Biodiversity Loss

Responsible Forstry Biodiversity Loss

When forest cover is removed, biodiversity can be severely impacted. For wildlife this can mean loss of shelter, food sources and migration routes. Human-wildlife conflicts such as hunting and poaching increase as habitat shrinks and new logging roads extend into previously unlogged areas. About 80% of the world's documented species can be found in tropical rainforests, which means deforestation threatens a majority of the Earth’s biodiversity.

What WWF Is Doing

Responsible Forestry

This palm oil plantation is certified according to criteria for sustainable palm oil production.

Big problems require bold solutions. WWF advocates for Zero Net Deforestation and Forest Degradation by 2020. This means no net forest loss through deforestation and no net decline in forest quality through degradation. This ambitious goal requires engaging with many industry sectors that impact forest health, to reduce their forest “footprint.” Markets for timber, wood products, and pulp and paper obviously affect forests, but many other industries such as palm oil, soy and beef play important roles too. Consumers also play an essential role, by choosing wood and paper products that are from responsibly managed forests.

Protecting Threatened Forests

Only around 13% of the world‘s forests are protected, and many of these are still threatened from encroachment and degradation. WWF encourages the establishment of new protected areas and the creation of networks of protected forests and corridors between them. These networks improve the forests' resilience, allow animals and plant life to access, migrate, disperse across multiple areas, and ensure that healthy ecosystems thrive.

Tackling the Drivers of Deforestation

WWF works with key companies across several commodity sectors to reduce deforestation and ecological and social impacts associated with unsustainable production of forest products and agricultural commodities such as palm oil, soy, and beef. For example, through the Global Forest and Trade Network (GFTN), WWF engages with companies that are committed to sourcing their wood and paper products from responsibly -managed forests. WWF also advocates for policy reforms that ensure adequate regulatory and financial frameworks are in place to incentivize responsible forest practices. We work to encourage responsible consumption of certified wood, paper and agricultural products from responsibly managed sources.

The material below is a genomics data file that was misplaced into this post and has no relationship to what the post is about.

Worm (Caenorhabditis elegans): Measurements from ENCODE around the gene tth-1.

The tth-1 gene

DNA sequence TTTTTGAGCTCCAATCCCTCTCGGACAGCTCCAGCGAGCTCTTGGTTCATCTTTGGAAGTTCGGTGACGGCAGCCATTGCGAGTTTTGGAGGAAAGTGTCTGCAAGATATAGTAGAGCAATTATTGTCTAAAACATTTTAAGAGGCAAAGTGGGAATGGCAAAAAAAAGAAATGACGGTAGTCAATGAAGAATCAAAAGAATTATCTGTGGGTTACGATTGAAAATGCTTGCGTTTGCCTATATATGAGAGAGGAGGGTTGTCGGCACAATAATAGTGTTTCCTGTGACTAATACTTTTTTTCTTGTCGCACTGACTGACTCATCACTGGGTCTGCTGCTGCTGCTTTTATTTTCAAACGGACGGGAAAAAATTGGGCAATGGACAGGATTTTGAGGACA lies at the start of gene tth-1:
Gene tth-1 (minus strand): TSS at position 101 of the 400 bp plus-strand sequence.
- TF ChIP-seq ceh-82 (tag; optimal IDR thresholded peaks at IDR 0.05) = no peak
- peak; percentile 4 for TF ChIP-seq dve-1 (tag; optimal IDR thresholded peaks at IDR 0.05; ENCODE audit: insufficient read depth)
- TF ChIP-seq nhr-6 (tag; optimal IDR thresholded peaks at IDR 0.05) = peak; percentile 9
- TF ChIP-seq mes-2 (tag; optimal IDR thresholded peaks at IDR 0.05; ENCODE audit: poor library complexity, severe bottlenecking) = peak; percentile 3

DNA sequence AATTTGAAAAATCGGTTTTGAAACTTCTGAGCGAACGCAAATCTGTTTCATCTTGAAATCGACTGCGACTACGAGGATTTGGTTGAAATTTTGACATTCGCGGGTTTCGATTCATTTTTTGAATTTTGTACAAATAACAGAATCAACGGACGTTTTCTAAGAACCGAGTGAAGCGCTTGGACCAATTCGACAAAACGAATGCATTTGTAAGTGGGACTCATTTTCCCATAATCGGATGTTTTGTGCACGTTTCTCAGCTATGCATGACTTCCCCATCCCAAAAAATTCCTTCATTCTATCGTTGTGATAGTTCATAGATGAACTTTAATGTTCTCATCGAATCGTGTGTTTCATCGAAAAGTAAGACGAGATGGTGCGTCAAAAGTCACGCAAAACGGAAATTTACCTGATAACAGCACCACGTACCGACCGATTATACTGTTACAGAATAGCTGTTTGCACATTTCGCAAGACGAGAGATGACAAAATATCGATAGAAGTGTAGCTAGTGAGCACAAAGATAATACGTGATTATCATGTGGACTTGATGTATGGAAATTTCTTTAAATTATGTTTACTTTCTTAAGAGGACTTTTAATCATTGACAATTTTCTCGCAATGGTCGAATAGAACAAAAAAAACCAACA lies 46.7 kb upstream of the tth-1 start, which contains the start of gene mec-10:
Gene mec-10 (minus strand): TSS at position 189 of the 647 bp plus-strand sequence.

Restoring Degraded Forests

Responsible Forestry: Restoring Degraded Forests

WWF works in places including Borneo and India in partnership with local communities to return degraded forests to a more natural state, which requires much more than just planting new trees. Improved water quality, soil stabilization, access to food, medicines and raw materials, and stable sources of income for local people also need to be restored.

Improving Forest Management

Through our Global Forest & Trade Network program (GFTN), we have established collaborations with hundreds of companies in more than 30 countries to improve forest management and drive demand for products from responsibly managed forests. We also work to increase the area of forests under responsible and credibly certified forest management. And we work to help local communities retain their traditional rights over their land.


  • Transforming the global rubber market

    Forests in Asia, home to elephants, tigers and other endangered species—are often cleared to make room for growing rubber trees. They are among the most threatened forests in the world. That’s why WWF has set an ambitious goal of transforming the global rubber market.